Hit and Runway
Alex has a great idea for a screenplay. It's about a cop who goes undercover at a beauty pageant. What he doesn't realize is that his script is horrible. What writer/director Christopher Livingston and co-writer Jaffe Cohen would never expect is that an actual crappy movie with the same premise, Miss Congeniality, would come out months before their movie did. Hit and Runway is Alex's (Michael Parducci, Gravesend) movie, a typical no-brainer action movie where the gun-toting studly hero gets the buxom woman. When his script actually has a chance at production, Alex realizes he needs help fleshing out his idea and finishing his script.
Hit and Runway is an amusing riff on the Odd Couple formula. Alex is a stereotypical manly man. He stumbles upon Elliot (Peter Jacobson, Looking for an Echo, Cradle Will Rock), a short Jewish playwright, neurotic in a very Woody Allen way. Oh, and Elliot is gay. He only agrees to collaborate with Alex after realizing Alex works in a cafe with Joey (Kerr Smith, Forsaken, The Broken Hearts Club), the cute man he is currently lusting after. Needless to say, it is not an easy collaboration. Elliot is deathly afraid of selling out to Hollywood. He wants to make a movie he is proud of, not something that will make money. The nice thing about this movie is that it allows people to have a glimpse of the creative process. Two very different people come together to attempt to make something they are both proud of.
Ironically, both are writing from their hearts. Alex is longing for the macho persona he wishes he could be. This movie is his fantasy, with him playing the protagonist. Elliot insists that the movie be true-to-life. He believes that one's experiences lay the foundation for every character in the movie. Elliot begins rewriting the characters into his view of himself. Instead of the protagonist bedding the beautiful model, he falls for the girl-next door type. The protagonist does not realize how beautiful she is until she removes her glasses. Of course, Alex finds this ridiculous. Hit and Runway shines when Alex and Elliot start incorporating their real experiences into their screenplay. Along the way, the two unwittingly become friends.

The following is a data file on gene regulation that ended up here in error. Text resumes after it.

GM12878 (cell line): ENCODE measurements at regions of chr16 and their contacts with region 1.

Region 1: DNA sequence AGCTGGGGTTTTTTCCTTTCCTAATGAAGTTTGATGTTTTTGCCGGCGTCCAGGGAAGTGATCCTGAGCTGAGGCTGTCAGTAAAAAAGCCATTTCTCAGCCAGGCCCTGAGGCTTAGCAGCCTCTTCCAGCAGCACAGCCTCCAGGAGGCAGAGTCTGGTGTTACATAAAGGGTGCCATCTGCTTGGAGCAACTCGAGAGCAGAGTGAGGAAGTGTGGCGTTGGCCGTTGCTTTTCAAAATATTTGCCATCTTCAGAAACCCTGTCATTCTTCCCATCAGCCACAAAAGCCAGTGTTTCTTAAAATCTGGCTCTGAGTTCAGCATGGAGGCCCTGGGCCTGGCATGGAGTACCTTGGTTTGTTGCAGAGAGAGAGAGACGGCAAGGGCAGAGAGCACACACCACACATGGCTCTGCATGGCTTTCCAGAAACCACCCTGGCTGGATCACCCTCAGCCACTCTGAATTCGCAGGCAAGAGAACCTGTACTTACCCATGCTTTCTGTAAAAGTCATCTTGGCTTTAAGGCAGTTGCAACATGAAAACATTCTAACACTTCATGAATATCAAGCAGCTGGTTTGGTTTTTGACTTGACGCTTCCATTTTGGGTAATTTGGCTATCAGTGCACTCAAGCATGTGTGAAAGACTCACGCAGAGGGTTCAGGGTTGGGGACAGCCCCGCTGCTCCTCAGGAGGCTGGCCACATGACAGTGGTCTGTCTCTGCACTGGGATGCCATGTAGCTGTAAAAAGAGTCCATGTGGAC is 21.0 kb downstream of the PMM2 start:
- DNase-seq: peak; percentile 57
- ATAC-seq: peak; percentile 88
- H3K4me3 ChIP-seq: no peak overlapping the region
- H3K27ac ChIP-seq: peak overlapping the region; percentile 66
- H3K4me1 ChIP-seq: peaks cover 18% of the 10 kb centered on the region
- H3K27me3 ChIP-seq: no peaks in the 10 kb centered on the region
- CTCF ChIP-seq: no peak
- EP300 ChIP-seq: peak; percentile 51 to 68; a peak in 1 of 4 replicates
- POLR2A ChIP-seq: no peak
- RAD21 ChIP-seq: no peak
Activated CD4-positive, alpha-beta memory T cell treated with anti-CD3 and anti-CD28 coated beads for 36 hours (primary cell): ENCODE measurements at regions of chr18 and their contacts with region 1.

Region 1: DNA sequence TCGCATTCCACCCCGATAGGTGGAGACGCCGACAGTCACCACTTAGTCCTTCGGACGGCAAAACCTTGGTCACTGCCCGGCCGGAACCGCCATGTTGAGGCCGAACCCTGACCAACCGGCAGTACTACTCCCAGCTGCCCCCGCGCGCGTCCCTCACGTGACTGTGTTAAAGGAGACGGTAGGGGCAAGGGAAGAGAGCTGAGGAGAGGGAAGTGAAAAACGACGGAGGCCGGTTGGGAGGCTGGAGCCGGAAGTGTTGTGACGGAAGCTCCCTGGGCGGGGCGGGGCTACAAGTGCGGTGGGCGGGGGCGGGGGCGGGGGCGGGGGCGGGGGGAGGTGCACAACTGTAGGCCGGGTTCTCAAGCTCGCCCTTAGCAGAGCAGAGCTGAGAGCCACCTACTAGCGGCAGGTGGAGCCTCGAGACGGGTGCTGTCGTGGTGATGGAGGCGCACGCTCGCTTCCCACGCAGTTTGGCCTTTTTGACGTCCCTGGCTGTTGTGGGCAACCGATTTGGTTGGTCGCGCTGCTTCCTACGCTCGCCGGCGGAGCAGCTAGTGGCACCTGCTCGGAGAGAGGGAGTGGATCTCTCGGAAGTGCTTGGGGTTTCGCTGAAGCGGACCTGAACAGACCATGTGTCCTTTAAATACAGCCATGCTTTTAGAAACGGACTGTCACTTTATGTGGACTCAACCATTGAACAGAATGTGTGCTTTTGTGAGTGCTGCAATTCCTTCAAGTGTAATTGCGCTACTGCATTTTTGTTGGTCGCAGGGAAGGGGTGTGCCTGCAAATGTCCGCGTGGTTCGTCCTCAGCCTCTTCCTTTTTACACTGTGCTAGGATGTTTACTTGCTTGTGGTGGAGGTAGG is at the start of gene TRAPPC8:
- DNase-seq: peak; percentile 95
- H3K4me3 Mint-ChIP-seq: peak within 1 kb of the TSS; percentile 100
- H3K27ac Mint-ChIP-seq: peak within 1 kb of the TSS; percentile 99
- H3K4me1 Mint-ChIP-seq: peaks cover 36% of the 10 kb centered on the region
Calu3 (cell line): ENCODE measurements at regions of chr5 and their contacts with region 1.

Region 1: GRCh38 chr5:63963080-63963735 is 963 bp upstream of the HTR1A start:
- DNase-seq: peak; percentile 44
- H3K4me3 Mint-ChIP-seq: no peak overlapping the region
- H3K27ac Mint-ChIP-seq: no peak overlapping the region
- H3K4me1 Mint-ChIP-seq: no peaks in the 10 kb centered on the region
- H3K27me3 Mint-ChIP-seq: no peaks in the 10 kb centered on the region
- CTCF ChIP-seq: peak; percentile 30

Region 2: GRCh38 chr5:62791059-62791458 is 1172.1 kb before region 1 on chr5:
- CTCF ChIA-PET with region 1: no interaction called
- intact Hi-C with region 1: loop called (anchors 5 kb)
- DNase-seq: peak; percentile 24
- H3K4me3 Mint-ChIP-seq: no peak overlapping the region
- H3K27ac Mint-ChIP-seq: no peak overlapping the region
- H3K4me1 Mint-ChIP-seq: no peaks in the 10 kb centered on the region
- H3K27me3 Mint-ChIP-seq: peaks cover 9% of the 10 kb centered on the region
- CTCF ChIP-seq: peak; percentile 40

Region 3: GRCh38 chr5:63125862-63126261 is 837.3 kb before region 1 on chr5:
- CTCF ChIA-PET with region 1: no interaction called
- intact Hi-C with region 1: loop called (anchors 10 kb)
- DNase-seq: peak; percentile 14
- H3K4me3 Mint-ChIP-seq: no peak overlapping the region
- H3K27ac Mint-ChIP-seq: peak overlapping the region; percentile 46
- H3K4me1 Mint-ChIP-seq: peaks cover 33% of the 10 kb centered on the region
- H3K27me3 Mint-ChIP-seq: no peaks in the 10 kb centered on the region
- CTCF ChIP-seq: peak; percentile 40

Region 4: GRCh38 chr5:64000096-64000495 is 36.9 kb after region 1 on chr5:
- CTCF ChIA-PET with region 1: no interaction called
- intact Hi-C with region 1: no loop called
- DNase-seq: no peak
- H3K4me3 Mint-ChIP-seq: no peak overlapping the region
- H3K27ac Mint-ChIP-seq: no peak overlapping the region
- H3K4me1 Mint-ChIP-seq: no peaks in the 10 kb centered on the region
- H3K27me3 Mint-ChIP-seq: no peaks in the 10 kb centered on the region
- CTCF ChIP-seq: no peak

As Hit and Runway nears its conclusion, the story becomes increasingly bizarre and poignant. For the most part, Livingston is able to pull off this dichotomy successfully. Production value is modest, but looking great is not the point of the film. The best moments come out in the interaction between Alex and Elliot. Elliot has a witty, sarcastic comeback for everything Alex says to him. The production value actually manages to help with Alex's imagination of what Hit and Runway would look like, a cheesy B-movie. There is some potentially negative gay stereotyping, but it is because of Alex's ignorance or done in good fun by Elliot.
|Mongoose Rates It: Not Bad.|
|1 hour, 41 minutes, Rated R for language, sexual content, and some violent images.|
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